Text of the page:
Thursday, April 20, 2006

Frederick Street


A future for Frederick Street?

I was contemplating the the areas of South Shields that would likely to become available for development within the next ten to fifteen years, within the context of the plans outlined by the Borough Council, and outlined in this blog a few days ago. As I mused with my thoughts, it became clear to me that a part of the town, very close to the town centre, ought to have been included within the remit. I refer to the Western Approach Road, Laygate, and Frederick Street.

I was born and raised in John Williamson Street, South Shields, before it was demolished along with parts of Alice Street, Marshall Wallis Road, Campbell Street, parts of South Frederick Street, Eldon Street, South Palmerston Street, Lytton Street, Taylor Street, H.S. Edwards Street, Corbridge Street, West Walpole Street, Garwood Street, Railway Street, and Havelock Street.

Oh yes, I remember them well. I remember them because they provided the massive population that created a thriving community, a workforce for Redhead's shipyard, and the customers for the shops in Frederick Street, the second busiest shopping area in the town at the time!
A walk along Frederick Street in the late 1960s and early 1970s would find the shopper competing with countless others looking for a variety of goods. The shops I remember well included Hossners (Austrian?) bakery, Axelbands for drapery and children's clothing, Clarke's toy and bike shop, Olsen's pet shop, numerous butchers including a great german pork butcher, Hammonds for curtains and bedding, Kent's for furniture, Porretta's ice-cream parlour with a traditional jukebox, the Handy Shop, where we all built our first record collection, our first supermarket Fine Fare, Allen's department store at Laygate, Hall's the cobbler, Mile End dry cleaners, Darke's the chemist, Shane's for female fashions, Vasey's for fresh fish, Sawyer's the jeweller, Bill Owen's newsagent and confectioner, and for the more specialised, Swainston's confectioner and tobbaconist. The street was broken at one third of it's length by the huge Methodist Chapel on the corner of Reid Street and, with a few yards down, one of the few remaining police "tardis" telephone points. the two pubs on the street, The Adam and Eve and the Eureka, were always busy watering holes for thirsty fathers and they were remarkably different then than they are now!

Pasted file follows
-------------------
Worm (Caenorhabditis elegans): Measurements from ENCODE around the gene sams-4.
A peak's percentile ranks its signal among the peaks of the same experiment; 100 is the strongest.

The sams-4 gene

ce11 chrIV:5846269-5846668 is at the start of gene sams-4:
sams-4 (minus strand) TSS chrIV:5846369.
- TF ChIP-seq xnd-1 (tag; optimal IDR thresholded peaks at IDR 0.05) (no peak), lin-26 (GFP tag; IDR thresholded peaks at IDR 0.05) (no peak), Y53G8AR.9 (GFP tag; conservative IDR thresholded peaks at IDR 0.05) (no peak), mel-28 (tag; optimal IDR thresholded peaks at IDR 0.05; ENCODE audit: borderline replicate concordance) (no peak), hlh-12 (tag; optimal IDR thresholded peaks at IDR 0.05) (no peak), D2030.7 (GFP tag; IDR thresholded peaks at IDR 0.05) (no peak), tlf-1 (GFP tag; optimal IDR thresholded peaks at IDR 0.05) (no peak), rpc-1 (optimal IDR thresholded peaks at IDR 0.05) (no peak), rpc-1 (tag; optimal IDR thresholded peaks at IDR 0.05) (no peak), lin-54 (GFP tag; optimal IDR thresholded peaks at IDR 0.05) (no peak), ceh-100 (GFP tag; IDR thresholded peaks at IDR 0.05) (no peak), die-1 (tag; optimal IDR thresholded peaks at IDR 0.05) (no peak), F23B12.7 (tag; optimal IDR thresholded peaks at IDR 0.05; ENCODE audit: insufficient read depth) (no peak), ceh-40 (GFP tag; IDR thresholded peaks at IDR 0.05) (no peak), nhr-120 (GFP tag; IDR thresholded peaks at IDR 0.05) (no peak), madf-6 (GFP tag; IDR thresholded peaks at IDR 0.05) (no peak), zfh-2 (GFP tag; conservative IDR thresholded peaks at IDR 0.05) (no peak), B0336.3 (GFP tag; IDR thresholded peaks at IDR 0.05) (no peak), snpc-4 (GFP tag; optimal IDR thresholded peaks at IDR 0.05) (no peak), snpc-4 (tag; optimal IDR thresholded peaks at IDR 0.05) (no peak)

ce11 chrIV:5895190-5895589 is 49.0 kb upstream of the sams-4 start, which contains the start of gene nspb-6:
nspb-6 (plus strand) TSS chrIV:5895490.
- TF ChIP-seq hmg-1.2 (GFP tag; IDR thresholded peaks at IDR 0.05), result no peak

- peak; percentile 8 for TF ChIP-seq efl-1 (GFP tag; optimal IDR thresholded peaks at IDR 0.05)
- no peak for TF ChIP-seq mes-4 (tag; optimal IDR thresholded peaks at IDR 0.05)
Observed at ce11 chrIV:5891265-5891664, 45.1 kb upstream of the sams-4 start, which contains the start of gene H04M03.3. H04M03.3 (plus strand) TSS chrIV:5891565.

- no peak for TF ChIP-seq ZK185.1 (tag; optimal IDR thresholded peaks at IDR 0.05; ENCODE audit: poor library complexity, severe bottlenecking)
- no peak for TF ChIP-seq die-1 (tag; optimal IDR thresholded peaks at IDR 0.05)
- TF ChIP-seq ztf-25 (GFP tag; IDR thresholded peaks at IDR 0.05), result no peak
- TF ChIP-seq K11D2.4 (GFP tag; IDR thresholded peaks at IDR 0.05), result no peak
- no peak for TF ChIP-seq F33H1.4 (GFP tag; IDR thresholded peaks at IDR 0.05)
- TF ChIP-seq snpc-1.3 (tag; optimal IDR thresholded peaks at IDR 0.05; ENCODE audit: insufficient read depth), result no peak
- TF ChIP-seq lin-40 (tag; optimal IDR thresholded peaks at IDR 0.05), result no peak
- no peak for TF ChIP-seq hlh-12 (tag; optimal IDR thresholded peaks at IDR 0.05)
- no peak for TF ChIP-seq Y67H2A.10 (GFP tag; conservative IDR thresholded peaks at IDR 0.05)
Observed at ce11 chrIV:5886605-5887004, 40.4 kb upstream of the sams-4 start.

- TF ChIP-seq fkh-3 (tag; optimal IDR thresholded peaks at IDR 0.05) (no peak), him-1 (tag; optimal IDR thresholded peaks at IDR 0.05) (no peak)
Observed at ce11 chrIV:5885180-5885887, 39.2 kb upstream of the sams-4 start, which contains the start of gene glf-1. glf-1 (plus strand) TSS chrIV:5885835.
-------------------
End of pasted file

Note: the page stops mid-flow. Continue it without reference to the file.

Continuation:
Frederick Street back then was "inviting", mothers, fathers, young children, and old folks, could all find something that suited them, it was a "people magnet". However, the housing so close by, was poor. It was not until the early 1970s that the bulldozers moved in, the people moved out, and Labour (in this town at least) started to build "the land fit for heroes" that Attlee promised in 1945!!

So what was the result of the largescale "slum clearance" programmes?